After two years of turbulence and an uncertain economic environment, new policy initiatives in Egypt have been – unsurprisingly – fairly limited, which makes the recent establishment of the Upper Egypt Development Initiative by the Ministry of Investment (MoI) all the more welcome. Bringing about a tangible rise in both public and private spending in Upper Egypt will not be easy – ensuring more inclusive growth in Egypt has been a focus of both government rhetoric and popular protests in the years since the toppling of the Mubarak regime, but realising it has been a tricky proposition, particularly in light of the number of other equally pressing and immediate problems – but if it can be done, the programme could herald an improvement in the country’s business environments, and for public-private partnerships in particular.

Regional Challenges

During a conference convened in late 2013 to launch the initiative, which included representatives from the MoI, the General Authority for Investment and Free Zones, the Egyptian Union for Investors Association, senior state officials and business leaders, the social and economic plight of Egypt’s more remote regions – and Upper Egypt in particular – was highlighted. In the case of those governorates in the south of the country, these challenges include a poverty rate of 50% in some areas, rising to 80% in the villages, a low rate of formal company establishment and high levels of youth unemployment – these are, to a certain extent, problems faced across the country, but exacerbated in Upper Egypt after years of underinvestment.

The solution, as envisaged by the Egyptian Union for Investors Associations, which is a key supporter of the new initiative, lies in a three-pronged strategy: to cooperate with the government in establishing projects in the regions, such as building roads, which will create employment opportunities; to encourage the armed forces, the business interests of which span a wide swath of the economy, to establish a programme of residential unit construction, which would also provide a route to employment; and, finally, the proposal that businessmen should familiarise themselves with the problems facing the industrial areas of the southern parts of the country, and direct investments towards Upper Egypt.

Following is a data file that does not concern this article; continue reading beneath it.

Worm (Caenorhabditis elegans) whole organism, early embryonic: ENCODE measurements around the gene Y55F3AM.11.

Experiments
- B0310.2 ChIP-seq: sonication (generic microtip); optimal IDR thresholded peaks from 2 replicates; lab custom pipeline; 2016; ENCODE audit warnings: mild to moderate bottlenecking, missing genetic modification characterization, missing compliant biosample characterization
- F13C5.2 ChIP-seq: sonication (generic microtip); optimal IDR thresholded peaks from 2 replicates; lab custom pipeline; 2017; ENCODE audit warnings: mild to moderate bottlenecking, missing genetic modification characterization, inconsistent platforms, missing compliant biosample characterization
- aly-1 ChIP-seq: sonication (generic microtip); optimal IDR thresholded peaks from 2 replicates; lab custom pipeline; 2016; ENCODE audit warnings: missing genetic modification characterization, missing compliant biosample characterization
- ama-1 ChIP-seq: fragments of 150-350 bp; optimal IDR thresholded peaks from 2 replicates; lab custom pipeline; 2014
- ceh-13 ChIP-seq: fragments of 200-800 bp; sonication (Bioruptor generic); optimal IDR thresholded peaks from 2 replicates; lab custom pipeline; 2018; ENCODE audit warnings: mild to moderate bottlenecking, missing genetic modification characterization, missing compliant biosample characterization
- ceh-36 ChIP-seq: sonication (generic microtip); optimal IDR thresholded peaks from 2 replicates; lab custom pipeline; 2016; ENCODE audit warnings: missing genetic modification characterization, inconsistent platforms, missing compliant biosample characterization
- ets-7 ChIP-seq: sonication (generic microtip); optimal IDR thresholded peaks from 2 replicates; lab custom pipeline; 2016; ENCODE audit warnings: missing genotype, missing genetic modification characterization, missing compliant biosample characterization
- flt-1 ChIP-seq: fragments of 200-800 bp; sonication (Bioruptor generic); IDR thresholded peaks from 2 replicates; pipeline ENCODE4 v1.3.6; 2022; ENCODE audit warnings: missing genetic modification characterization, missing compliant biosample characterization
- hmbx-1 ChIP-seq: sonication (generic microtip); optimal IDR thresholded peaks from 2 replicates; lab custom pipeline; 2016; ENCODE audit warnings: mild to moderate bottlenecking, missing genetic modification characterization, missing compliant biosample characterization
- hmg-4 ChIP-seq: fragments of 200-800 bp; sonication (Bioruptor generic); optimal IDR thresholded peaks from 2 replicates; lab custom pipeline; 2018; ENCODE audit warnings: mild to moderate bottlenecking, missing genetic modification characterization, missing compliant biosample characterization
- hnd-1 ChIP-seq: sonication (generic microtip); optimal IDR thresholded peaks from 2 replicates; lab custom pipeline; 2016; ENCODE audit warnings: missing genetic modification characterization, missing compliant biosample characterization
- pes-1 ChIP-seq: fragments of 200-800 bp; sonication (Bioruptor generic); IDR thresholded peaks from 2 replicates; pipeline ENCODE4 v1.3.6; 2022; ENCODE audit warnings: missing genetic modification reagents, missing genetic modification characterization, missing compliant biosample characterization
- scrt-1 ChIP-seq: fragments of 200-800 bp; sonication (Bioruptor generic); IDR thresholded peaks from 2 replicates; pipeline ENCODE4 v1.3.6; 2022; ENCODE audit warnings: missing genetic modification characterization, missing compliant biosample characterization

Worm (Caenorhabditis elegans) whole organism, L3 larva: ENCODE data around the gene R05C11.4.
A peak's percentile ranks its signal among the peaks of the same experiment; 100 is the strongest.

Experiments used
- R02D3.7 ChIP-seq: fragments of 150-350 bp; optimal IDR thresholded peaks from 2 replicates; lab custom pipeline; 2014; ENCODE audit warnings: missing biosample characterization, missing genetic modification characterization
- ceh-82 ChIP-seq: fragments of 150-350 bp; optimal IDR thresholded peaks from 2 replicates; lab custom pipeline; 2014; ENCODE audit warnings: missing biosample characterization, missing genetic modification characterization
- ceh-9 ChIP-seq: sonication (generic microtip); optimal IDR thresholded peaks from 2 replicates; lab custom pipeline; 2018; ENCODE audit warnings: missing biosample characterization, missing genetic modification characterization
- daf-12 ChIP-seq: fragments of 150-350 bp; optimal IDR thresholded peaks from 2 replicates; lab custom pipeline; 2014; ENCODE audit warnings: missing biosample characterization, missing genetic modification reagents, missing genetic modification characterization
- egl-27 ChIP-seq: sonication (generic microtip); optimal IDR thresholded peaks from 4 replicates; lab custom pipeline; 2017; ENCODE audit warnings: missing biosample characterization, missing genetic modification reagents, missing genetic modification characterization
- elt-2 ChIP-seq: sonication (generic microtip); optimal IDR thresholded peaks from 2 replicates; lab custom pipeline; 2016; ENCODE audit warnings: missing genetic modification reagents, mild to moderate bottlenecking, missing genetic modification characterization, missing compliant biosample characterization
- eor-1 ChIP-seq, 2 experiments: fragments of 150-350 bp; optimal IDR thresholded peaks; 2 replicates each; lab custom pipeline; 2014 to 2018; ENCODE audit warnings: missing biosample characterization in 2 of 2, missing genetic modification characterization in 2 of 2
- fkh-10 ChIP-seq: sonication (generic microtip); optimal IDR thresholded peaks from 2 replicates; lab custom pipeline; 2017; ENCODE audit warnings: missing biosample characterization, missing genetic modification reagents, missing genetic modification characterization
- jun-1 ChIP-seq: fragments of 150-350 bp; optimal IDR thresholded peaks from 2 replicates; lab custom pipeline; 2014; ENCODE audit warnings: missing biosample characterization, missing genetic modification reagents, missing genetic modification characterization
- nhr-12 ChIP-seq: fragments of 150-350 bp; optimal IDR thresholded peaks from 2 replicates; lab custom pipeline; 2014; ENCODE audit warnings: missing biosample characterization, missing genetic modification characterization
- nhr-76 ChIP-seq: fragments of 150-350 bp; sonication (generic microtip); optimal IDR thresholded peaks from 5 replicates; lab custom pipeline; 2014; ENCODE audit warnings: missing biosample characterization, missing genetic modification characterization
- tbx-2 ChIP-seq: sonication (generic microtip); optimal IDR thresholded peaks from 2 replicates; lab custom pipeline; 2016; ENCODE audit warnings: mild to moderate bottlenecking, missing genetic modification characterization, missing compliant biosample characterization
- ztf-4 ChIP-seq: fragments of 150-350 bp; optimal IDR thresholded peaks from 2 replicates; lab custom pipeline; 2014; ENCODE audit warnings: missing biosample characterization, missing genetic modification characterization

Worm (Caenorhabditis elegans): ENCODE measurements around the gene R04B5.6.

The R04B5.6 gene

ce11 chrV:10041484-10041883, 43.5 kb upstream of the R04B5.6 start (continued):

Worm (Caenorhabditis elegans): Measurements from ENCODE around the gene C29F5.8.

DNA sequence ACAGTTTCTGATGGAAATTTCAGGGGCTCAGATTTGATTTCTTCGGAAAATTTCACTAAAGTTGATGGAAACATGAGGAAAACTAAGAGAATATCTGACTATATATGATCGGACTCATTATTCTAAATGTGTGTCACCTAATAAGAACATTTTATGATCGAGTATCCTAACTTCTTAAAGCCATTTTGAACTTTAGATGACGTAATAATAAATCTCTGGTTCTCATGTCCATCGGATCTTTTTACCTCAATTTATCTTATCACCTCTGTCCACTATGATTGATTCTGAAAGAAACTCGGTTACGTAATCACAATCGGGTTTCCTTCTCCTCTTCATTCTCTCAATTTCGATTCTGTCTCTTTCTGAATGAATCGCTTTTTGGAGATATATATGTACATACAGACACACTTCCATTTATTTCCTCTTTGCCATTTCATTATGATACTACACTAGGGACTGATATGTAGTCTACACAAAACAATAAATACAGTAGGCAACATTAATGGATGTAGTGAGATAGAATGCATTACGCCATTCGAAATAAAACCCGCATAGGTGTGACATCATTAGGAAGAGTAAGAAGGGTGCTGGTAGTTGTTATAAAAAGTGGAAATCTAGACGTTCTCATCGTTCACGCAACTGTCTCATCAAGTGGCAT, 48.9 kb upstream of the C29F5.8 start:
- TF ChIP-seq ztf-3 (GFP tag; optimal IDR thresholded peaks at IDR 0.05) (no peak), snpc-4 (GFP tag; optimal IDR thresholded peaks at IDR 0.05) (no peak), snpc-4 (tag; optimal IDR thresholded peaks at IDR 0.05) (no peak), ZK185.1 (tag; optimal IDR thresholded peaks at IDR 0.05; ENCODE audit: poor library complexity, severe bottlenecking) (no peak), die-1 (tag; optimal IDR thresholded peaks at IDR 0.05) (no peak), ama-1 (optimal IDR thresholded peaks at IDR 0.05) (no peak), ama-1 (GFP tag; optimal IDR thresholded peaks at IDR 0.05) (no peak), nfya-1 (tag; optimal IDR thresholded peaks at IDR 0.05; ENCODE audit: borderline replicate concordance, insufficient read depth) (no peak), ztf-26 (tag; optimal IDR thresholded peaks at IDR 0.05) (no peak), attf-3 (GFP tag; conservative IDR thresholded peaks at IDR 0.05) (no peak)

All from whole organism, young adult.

New Projects 

Other suggestions aired at the event included the creation by investors of an LE1bn ($142m) holding fund, which could be used to create projects which might provide yet more job opportunities for young people. This proposal chimes with a similar LE2.9bn ($411.8m) initiative overseen by the Minister of Local Development which aims to establish small-scale projects in the provinces in a bid to address social issues – such as the provision of drinking water and hygiene infrastructure – and tackle problematic unemployment.

A number of new projects are already under way. For instance, the new port at Safaga, which is due to be developed from a small mining harbour to an eight-platform import-export port capable of handling livestock and bulk cargo, will provide Upper Egypt with a direct link to Asia, especially as the port is to be connected to the cities of Assiut, Qena and Sohag by a new highway. Furthermore, Korean electronics giant Samsung has set up a LE1.7bn ($242m) plant in Beni Suef (also in Upper Egypt and around 120 km from Cairo), and had announced that it began the initial production stage by September 2013. The plant will focus on producing television screens and LCD displays, and is expected to create 1400 jobs. The idea is to assemble goods for the Egyptian market, and eventually for export.

Given the broader issues Egypt is facing, jump-starting growth in lesser-developed regions will necessarily take some time to bear fruit. However, to avoid social strife further down the line, the initiatives are certainly encouraging and with momentum appearing to pick up, the medium-term outlook for the region is brighter than it has been in years.